Judy Catherine Claire Parfitt is an English theatre, film and television actress. She made her film debut in a minor supporting part in Information Received (1961), followed by supporting role in the BBC television serial David Copperfield (1966). She also appeared as Queen Gertrude in Tony Richardson's 1969 film adaptation of Hamlet.
The Entertainer is a 1960 British kitchen sink drama film directed by Tony Richardson, produced by Harry Saltzman and adapted by John Osborne and Nigel Kneale from Osborne’s stage play of the same name. The film stars Laurence Olivier as Archie Rice, a failing third-rate music-hall stage performer who tries to keep his career going even as the music-hall tradition fades into history and his personal life falls apart. It was filmed on location in the Lancashire seaside town of Morecambe. Olivier was nominated for an Oscar for Best Actor in a Leading Role.
Filumena Marturano, sometime performed in English as The Best House in Naples, is a play written in 1946 by Italian playwright, actor and poet Eduardo De Filippo. It is the basis for the 1950 Spanish language Argentine musical film Filomena Marturano, multiple Italian adaptations under its original title, and the 1964 film Marriage Italian Style.
Chichester Festival Theatre is a theatre and Grade II* listed building situated in Oaklands Park in the city of Chichester, West Sussex, England. Designed by Philip Powell and Hidalgo Moya, it was opened by its founder Leslie Evershed-Martin in 1962. The smaller and more intimate Minerva Theatre was built nearby in 1989.
The Entertainer is a three-act play by John Osborne, first produced in 1957. His first play, Look Back in Anger, had attracted mixed notices but a great deal of publicity. Having depicted an "angry young man" in the earlier play, Osborne wrote at Laurence Olivier's request about an angry middle-aged man in The Entertainer. Its main character is Archie Rice, a failing music-hall performer. Years later, Tony Richardson, who directed The Entertainer's premiere season, described Archie as "the embodiment of a national mood ... Archie was the future, the decline, the sourness, the ashes of old glory, where Britain was heading". The first performance was given on 10 April 1957 at the Royal Court Theatre, London. This theatre was well-known for its commitment to new and non-traditional drama, and the inclusion of a West End star such as Olivier in the cast caused much interest.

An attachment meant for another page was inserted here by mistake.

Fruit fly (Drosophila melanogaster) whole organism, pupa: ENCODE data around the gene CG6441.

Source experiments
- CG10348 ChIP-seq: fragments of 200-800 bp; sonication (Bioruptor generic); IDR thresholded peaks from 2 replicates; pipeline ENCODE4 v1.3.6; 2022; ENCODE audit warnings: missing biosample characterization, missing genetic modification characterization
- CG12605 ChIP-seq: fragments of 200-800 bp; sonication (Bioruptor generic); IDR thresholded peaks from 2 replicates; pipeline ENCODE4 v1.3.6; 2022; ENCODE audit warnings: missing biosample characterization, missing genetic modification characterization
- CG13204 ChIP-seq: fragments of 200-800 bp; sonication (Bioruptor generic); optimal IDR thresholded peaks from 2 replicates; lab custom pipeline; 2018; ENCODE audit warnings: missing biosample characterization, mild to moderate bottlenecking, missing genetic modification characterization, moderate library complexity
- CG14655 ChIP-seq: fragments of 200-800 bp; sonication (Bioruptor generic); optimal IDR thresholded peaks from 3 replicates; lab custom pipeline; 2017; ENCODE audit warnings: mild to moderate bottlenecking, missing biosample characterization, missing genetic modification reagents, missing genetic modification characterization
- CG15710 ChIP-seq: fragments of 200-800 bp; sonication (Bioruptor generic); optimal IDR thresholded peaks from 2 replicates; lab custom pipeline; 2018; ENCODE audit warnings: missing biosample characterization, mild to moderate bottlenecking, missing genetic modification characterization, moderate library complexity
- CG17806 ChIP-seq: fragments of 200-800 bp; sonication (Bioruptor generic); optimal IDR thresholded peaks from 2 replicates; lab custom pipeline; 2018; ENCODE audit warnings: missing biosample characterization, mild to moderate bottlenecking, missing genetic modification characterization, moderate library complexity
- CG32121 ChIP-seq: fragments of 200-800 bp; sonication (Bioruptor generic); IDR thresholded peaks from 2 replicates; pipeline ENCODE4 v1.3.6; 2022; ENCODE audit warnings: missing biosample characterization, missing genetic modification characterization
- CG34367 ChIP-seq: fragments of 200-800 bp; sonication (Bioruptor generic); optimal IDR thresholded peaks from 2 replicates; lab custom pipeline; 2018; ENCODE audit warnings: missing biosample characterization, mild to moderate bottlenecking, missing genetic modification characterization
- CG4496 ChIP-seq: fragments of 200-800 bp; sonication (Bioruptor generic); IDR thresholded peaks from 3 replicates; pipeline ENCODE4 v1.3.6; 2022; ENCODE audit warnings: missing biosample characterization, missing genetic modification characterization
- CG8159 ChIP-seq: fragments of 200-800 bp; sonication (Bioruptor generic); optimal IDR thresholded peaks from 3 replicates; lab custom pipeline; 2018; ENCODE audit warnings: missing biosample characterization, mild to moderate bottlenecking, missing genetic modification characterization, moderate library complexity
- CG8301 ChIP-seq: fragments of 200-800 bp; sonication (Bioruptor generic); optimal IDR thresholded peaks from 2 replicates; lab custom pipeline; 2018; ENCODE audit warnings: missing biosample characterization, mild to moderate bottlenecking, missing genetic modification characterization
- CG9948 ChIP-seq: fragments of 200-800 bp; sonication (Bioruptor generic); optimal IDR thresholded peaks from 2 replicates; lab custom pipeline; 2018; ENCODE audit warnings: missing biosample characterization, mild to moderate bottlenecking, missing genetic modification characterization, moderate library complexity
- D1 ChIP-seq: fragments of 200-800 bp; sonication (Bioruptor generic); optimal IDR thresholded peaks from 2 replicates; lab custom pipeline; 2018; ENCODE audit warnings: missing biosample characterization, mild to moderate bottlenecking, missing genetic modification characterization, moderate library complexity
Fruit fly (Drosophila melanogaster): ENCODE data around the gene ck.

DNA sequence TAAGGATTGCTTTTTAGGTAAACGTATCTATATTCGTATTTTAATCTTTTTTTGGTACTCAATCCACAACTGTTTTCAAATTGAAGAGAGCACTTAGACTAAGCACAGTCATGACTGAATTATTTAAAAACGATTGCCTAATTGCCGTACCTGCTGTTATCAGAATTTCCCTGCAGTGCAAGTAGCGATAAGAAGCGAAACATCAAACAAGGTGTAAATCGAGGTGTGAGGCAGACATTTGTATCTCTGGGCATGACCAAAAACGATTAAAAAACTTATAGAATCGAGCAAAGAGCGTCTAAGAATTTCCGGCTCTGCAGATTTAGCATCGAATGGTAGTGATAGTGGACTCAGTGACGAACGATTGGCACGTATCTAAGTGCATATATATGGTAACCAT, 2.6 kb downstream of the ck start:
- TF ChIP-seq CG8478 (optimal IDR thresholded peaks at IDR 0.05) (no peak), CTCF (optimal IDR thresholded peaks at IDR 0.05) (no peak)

Maria Ignatievna Budberg — also known as Countess Benckendorff and Baroness Budberg — was a Russian adventuress and suspected double agent of the Soviet Union secret police (OGPU) and British Intelligence Service.
John Peter Sichel was a British director of film, stage and television, and, later in life, a film, television, and theatre trainer.
From 1973 to 1975, using approximately 500 movie theaters across the US, The American Film Theatre presented two seasons of film adaptations of well-known plays. Each film was shown only four times at each theatre. By design, these were not films of stage productions — they were plays "translated to the film medium, but with complete faithfulness to the original play script." Filmgoers generally subscribed to an entire season of films, as they might if they purchased a season's tickets for a conventional stage theater. About 500,000 subscriptions were sold for the first season of eight plays using direct mail and newspaper advertising. Ely Landau was the producer for the series.
Summerfolk is a play by Maxim Gorky written in 1904 and first published in 1905 by Znaniye, in Saint Petersburg.
Orson's Shadow is a play by Austin Pendleton. The play received a Lucille Lortel Award nomination for Outstanding Play and won the Drama League Award for Distinguished Performance.
The Sea Gull is a 1968 British-American drama film directed by Sidney Lumet. The screenplay by Moura Budberg is adapted and translated from Anton Chekhov's classic 1896 play The Seagull.
Uncle Vanya is a 1963 British film adaptation of the 1899 play Uncle Vanya by Anton Chekhov. The film was directed by Laurence Olivier and Stuart Burge. It was a filmed version of the Chichester Festival Theatre production, starring Laurence Olivier as Astrov, Michael Redgrave as (Vanya), Rosemary Harris as (Elena), and Joan Plowright as (Sonya).
Rhinoceros was a 1960 production of Eugène Ionesco's surrealist play of the same name, which had been written the year before. It was the first English-language production of the play, starred future husband-and-wife team Laurence Olivier and Joan Plowright, and was directed by Orson Welles. Olivier also co-produced the play, which was Welles's last work as a theatre director.